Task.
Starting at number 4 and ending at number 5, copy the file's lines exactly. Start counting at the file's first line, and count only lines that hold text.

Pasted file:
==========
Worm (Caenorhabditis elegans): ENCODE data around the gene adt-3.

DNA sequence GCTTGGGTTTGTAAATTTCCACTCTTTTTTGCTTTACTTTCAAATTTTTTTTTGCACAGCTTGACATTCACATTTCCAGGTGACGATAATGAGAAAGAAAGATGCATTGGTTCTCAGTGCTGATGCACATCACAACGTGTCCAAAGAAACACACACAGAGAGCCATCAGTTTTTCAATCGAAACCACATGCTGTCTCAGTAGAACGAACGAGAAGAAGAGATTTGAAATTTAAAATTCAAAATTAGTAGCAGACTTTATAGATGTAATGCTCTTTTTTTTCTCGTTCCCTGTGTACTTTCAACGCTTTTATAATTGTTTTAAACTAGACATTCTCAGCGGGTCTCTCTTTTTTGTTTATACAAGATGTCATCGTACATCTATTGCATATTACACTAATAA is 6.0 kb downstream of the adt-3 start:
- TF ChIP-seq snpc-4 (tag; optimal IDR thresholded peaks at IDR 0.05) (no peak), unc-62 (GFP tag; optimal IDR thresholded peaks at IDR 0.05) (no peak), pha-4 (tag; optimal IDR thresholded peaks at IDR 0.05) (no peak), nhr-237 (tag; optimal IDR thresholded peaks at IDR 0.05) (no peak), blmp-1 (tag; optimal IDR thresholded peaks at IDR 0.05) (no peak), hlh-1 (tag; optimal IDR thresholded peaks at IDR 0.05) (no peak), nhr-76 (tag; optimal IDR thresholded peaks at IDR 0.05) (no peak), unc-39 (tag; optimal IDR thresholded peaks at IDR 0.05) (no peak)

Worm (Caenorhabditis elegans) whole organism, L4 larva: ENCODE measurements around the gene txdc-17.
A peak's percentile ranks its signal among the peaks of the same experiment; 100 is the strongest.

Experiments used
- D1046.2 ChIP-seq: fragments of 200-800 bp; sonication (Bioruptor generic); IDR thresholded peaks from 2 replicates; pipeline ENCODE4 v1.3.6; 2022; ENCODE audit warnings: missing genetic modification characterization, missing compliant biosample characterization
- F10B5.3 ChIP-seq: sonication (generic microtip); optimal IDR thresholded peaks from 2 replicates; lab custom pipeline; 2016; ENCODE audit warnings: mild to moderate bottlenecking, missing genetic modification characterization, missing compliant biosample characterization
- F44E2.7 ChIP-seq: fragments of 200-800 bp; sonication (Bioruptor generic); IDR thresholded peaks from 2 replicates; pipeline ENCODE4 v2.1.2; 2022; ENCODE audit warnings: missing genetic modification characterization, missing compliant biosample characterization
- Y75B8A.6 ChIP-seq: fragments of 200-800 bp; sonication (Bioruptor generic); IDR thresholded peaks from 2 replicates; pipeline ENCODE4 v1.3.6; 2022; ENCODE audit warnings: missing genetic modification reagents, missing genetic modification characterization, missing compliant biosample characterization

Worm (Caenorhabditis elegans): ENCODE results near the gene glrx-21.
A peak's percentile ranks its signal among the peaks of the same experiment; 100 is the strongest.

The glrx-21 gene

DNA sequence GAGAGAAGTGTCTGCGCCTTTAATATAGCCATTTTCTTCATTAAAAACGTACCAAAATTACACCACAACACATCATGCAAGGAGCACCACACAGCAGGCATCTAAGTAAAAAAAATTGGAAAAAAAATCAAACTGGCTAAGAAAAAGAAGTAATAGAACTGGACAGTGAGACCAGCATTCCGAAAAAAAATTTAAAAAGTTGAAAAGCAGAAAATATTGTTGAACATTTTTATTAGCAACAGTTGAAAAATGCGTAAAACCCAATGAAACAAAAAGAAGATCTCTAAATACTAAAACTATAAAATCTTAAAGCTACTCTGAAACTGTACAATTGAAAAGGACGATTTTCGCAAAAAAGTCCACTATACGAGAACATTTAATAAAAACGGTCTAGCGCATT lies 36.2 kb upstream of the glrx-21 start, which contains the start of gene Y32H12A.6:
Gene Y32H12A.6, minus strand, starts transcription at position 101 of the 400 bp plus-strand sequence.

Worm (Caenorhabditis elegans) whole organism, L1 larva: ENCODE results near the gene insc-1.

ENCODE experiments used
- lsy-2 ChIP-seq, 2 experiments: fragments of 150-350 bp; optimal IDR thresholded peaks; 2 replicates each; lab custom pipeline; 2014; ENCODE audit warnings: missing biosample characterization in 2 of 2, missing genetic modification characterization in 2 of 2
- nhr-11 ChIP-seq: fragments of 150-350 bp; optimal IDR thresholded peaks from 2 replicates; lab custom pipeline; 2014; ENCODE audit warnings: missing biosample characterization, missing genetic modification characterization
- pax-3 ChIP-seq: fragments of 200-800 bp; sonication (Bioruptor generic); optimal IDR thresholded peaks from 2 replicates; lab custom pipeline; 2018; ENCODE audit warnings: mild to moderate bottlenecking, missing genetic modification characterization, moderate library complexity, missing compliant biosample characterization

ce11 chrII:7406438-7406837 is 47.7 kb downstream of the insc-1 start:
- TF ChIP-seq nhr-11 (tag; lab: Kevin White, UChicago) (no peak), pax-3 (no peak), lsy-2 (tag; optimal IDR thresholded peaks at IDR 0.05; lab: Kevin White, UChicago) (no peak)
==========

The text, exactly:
Worm (Caenorhabditis elegans) whole organism, L4 larva: ENCODE measurements around the gene txdc-17.
A peak's percentile ranks its signal among the peaks of the same experiment; 100 is the strongest.